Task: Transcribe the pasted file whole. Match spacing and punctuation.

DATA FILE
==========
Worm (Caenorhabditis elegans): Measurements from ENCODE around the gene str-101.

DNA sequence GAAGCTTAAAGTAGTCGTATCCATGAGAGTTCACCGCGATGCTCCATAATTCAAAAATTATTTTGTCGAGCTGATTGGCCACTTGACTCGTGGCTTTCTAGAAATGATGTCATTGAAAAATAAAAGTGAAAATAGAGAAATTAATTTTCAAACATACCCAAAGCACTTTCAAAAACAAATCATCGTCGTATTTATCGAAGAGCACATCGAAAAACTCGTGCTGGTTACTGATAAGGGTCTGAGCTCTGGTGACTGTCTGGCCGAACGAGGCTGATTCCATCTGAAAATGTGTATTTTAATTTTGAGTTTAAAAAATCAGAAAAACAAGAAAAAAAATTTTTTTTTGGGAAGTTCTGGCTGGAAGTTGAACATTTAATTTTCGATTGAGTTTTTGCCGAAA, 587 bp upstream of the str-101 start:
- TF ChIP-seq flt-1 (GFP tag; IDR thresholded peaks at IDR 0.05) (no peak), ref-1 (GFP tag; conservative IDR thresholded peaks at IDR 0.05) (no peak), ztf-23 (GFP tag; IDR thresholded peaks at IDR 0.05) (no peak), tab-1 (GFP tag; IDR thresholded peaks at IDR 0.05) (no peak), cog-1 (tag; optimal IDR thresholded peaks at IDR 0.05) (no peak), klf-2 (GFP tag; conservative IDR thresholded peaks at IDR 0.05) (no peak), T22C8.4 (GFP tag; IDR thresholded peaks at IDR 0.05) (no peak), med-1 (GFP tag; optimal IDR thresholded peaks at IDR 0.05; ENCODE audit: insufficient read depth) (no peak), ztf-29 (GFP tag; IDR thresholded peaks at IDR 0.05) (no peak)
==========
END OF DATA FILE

Worm (Caenorhabditis elegans): Measurements from ENCODE around the gene str-101.

DNA sequence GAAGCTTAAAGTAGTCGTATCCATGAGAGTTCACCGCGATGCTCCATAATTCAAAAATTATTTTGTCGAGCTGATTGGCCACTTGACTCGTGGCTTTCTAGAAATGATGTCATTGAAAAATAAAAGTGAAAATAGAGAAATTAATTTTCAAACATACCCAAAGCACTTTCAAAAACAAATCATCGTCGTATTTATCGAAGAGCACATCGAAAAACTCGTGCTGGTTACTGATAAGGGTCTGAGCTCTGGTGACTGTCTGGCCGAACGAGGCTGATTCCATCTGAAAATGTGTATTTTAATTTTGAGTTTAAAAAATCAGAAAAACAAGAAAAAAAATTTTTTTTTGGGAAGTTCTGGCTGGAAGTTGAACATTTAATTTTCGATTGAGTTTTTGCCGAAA, 587 bp upstream of the str-101 start:
- TF ChIP-seq flt-1 (GFP tag; IDR thresholded peaks at IDR 0.05) (no peak), ref-1 (GFP tag; conservative IDR thresholded peaks at IDR 0.05) (no peak), ztf-23 (GFP tag; IDR thresholded peaks at IDR 0.05) (no peak), tab-1 (GFP tag; IDR thresholded peaks at IDR 0.05) (no peak), cog-1 (tag; optimal IDR thresholded peaks at IDR 0.05) (no peak), klf-2 (GFP tag; conservative IDR thresholded peaks at IDR 0.05) (no peak), T22C8.4 (GFP tag; IDR thresholded peaks at IDR 0.05) (no peak), med-1 (GFP tag; optimal IDR thresholded peaks at IDR 0.05; ENCODE audit: insufficient read depth) (no peak), ztf-29 (GFP tag; IDR thresholded peaks at IDR 0.05) (no peak)